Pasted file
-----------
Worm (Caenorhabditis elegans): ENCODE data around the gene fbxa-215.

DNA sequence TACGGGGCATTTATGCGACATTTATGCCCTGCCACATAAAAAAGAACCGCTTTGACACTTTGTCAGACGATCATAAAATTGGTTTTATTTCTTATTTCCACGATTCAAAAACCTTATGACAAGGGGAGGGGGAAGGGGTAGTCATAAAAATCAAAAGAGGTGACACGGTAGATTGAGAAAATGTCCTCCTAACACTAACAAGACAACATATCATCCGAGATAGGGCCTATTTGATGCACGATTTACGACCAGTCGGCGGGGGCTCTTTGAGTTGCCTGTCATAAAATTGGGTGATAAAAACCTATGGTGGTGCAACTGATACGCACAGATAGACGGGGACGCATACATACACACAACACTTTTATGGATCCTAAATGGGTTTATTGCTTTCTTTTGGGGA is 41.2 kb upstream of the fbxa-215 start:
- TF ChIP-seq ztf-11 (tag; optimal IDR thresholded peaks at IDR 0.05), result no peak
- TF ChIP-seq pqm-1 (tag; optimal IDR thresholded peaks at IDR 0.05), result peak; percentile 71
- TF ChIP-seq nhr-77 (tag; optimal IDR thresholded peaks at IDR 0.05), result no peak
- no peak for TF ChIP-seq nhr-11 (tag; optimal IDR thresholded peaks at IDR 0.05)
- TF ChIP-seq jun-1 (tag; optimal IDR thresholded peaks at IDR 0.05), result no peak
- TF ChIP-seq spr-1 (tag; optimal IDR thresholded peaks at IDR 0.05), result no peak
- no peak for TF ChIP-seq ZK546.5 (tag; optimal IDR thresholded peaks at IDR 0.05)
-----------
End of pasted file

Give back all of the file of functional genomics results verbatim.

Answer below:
Worm (Caenorhabditis elegans): ENCODE data around the gene fbxa-215.

DNA sequence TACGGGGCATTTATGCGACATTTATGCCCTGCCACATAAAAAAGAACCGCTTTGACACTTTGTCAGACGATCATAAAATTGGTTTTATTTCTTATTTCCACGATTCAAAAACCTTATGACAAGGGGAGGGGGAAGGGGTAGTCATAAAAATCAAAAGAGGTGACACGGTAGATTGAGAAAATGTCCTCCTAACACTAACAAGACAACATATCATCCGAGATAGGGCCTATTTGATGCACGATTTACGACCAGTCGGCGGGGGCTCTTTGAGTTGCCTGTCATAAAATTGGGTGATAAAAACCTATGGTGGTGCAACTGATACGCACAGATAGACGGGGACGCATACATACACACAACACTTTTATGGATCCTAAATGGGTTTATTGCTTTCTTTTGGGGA is 41.2 kb upstream of the fbxa-215 start:
- TF ChIP-seq ztf-11 (tag; optimal IDR thresholded peaks at IDR 0.05), result no peak
- TF ChIP-seq pqm-1 (tag; optimal IDR thresholded peaks at IDR 0.05), result peak; percentile 71
- TF ChIP-seq nhr-77 (tag; optimal IDR thresholded peaks at IDR 0.05), result no peak
- no peak for TF ChIP-seq nhr-11 (tag; optimal IDR thresholded peaks at IDR 0.05)
- TF ChIP-seq jun-1 (tag; optimal IDR thresholded peaks at IDR 0.05), result no peak
- TF ChIP-seq spr-1 (tag; optimal IDR thresholded peaks at IDR 0.05), result no peak
- no peak for TF ChIP-seq ZK546.5 (tag; optimal IDR thresholded peaks at IDR 0.05)